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'Gog and Magog'

Gog and Magog

Monday, 29th January 2001, West Yorkshire

ruined chimney, Thornhill Hall THE RUINS of Thornhill Hall are surrounded by a moat, quite a rare survival in this area. Moats were only partly defensive and were often probably more of a status symbol. However this moat was destined to withstand at least one siege, which took place in 1648 towards the end of the English Civil War. The hall isn't in a very defensible position. The attacking Parliamentarians positioned their cannons on the ridge that overlooks it and were able to use the farm buildings, which still stand nearby, as cover during their attack. The siege ended when the powder magazine at the Hall exploded, apparently as the result of an accident.

The only part that is now left standing is the base of a great chimney, structurally the strongest part of the house. Partially burned logs stand stacked in the hearth once again today as a work-party from Kirklees Council thins out the trees on the island.

'Gog and Magog Twin statues carved in limestone stand on the island by the moat, surveying the ruins. They're named 'Gog and Magog' after the legendary giants of British folklore. In this case I think they get their names simply because they're a pair. They look more like eagles or griffins to me.

I've been visiting the spot for years and it's only today that I've realised what they were originally made for. The scalloped back, which I had thought was a stylised way of depicting their wings, is evidently a rainwater channel. I guess that they were gargoyles from some imposing building; a cathedral or a college for example. The square plinths that they stand on, which are carved from the same block held them in place in the wall. Water poured away down either side of the creatures' heads. It's strange to think of the forgotten highlife these creatures once enjoyed as they decorated some high status building several centuries ago.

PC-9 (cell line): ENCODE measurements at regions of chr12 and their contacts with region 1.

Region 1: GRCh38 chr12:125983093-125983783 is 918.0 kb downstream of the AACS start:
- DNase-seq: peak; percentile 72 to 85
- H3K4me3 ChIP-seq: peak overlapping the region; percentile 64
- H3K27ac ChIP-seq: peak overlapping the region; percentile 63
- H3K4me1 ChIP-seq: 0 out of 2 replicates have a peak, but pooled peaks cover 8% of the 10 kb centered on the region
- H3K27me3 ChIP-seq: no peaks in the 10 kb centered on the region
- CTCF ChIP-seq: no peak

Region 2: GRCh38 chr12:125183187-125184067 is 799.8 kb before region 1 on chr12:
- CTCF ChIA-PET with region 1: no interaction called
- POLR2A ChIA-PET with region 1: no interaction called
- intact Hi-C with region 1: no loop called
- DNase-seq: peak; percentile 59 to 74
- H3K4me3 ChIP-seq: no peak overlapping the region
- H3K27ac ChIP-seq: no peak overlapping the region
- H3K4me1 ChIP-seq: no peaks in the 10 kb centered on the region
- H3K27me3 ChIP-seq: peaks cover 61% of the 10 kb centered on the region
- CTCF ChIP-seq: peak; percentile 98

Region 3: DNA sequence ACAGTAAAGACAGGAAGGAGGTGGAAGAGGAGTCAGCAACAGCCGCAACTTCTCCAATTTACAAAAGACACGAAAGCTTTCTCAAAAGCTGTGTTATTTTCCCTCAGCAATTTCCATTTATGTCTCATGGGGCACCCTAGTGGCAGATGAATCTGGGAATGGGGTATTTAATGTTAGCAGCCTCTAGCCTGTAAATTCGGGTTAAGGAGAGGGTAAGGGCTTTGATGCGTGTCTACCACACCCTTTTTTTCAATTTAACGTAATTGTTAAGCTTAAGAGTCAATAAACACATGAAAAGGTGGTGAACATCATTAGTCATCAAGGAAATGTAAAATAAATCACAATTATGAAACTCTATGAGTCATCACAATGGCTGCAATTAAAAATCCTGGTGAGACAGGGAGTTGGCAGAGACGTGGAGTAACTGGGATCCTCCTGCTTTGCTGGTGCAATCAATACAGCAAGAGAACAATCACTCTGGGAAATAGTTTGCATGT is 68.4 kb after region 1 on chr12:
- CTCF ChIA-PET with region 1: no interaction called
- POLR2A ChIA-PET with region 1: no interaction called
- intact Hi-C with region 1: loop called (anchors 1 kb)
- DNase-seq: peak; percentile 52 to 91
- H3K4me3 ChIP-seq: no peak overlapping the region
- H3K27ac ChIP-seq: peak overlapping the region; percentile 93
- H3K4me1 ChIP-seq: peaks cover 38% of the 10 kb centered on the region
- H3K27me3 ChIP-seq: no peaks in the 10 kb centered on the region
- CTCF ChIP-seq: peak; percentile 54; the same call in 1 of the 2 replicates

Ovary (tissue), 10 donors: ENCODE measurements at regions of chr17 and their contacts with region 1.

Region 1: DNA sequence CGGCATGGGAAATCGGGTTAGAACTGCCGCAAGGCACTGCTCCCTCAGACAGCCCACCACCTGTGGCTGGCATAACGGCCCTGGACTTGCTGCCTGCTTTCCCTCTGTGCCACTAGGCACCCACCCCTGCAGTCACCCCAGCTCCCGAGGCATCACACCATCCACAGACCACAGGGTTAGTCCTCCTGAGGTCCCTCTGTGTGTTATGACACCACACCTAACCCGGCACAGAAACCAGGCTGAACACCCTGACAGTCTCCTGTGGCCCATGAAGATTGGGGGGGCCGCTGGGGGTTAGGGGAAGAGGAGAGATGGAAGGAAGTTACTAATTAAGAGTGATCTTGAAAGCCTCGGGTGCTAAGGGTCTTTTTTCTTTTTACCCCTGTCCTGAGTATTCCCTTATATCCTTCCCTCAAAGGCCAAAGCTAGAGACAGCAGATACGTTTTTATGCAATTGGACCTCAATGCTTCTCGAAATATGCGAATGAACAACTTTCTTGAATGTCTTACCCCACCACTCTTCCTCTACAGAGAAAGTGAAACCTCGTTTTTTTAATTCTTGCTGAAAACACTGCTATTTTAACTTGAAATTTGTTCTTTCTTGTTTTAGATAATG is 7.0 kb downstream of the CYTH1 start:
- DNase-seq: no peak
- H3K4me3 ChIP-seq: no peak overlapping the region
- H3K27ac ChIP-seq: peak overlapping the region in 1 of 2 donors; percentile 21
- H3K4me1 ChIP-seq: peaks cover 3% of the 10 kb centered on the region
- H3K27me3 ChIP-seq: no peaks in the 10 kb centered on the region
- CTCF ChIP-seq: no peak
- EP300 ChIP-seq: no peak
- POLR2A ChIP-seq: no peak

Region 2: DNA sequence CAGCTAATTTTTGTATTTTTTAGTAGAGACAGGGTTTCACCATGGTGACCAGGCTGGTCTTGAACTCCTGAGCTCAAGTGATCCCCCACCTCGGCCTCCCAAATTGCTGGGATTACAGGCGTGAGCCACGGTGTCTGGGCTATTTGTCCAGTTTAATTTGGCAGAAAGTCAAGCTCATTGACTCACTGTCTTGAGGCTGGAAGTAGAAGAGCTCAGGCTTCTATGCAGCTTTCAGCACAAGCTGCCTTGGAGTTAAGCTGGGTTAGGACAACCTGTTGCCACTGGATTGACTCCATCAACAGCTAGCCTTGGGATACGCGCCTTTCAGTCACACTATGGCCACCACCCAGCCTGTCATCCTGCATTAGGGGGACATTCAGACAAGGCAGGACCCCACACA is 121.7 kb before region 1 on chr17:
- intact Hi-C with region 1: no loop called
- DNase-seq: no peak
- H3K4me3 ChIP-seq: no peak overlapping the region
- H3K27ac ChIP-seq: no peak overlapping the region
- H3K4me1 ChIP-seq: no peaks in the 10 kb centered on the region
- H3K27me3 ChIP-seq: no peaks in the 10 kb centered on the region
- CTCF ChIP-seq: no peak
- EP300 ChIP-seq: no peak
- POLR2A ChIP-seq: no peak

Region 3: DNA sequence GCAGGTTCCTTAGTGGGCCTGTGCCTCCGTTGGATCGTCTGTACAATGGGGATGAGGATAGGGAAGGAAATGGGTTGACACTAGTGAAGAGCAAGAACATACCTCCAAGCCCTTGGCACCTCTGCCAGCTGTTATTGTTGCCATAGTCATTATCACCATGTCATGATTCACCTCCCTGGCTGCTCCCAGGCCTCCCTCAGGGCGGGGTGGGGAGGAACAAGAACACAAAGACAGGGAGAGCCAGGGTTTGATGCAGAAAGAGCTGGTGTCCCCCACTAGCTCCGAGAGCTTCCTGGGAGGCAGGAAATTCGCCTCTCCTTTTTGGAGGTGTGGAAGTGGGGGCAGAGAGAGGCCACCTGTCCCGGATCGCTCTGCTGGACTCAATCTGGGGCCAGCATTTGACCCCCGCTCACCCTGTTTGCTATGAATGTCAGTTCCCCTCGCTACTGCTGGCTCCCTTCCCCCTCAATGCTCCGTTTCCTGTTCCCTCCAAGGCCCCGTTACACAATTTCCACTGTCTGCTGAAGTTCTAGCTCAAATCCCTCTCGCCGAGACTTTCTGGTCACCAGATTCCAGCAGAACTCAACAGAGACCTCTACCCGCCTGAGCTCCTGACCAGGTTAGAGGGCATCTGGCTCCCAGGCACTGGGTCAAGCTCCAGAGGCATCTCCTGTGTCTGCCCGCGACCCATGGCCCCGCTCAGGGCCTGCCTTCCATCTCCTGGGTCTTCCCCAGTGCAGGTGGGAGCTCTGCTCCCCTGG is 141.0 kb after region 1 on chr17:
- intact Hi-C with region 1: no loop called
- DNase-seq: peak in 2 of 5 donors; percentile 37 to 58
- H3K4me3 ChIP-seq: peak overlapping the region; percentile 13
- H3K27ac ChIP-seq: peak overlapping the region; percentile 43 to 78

Kitchen Accounts

Some of the kitchen accounts for the Hall still survive. Here's a selection of items recorded on Monday, 19th January 1629. The prices are in shillings and pence;

30 cast of manchett (bread)
of 2 pecks of flowre
2 sheeps carkasses
4 couple of rabbitts

34 capons 6 hennes
32 geese 4 turkies
39 partridges
17 joints of mutton 17.0
3 joints of veal 3.6
2 wild ducks 1.4
3 widgeons 1.0
4 snipes 0.8
1 calfes head 0.6
4 calfes feet 0.2
2 neats feat 0.4
14 lb of butter 5.10
30 eggs 0.7

Winter flowers

The Old Rectory THE SHRUB Garriya elliptica, the Coast Silk Tassle, growing in the border in the garden behind Old Rectory, Thornhill Park, has long grey-green catkins at the moment. It was introduced to this country from its native Californian chaparral and forest, by the Scottish plant-hunter David Douglas (1798-1834), the man who introduced the Douglas Fir to Europe. He named this now popular garden shrub after Nicholas Garry of the Hudson's Bay Company.

In the woodland a planted variety of Butterbur is now in fragrant flower.

Cup Fungus

A cluster of brown cup fungi, which resemble certain kinds of pasta, each an inch or two across, grows from a pile of horse manure and old straw that have been cleared from the stables. next page

Richard Bell
Richard Bell,
wildlife illustrator

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